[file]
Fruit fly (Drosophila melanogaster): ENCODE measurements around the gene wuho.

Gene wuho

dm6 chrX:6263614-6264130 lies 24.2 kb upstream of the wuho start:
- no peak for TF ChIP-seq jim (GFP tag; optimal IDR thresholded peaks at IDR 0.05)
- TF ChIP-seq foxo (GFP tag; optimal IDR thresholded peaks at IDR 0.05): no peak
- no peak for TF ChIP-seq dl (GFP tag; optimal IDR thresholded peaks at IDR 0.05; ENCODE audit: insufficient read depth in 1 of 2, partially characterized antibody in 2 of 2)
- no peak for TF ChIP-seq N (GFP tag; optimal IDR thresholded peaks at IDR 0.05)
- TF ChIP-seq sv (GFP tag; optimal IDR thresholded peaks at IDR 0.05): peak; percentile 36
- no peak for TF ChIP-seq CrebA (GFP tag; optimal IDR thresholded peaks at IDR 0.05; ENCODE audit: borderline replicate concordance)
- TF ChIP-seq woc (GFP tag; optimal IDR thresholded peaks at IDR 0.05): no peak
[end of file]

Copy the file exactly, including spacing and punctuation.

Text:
Fruit fly (Drosophila melanogaster): ENCODE measurements around the gene wuho.

Gene wuho

dm6 chrX:6263614-6264130 lies 24.2 kb upstream of the wuho start:
- no peak for TF ChIP-seq jim (GFP tag; optimal IDR thresholded peaks at IDR 0.05)
- TF ChIP-seq foxo (GFP tag; optimal IDR thresholded peaks at IDR 0.05): no peak
- no peak for TF ChIP-seq dl (GFP tag; optimal IDR thresholded peaks at IDR 0.05; ENCODE audit: insufficient read depth in 1 of 2, partially characterized antibody in 2 of 2)
- no peak for TF ChIP-seq N (GFP tag; optimal IDR thresholded peaks at IDR 0.05)
- TF ChIP-seq sv (GFP tag; optimal IDR thresholded peaks at IDR 0.05): peak; percentile 36
- no peak for TF ChIP-seq CrebA (GFP tag; optimal IDR thresholded peaks at IDR 0.05; ENCODE audit: borderline replicate concordance)
- TF ChIP-seq woc (GFP tag; optimal IDR thresholded peaks at IDR 0.05): no peak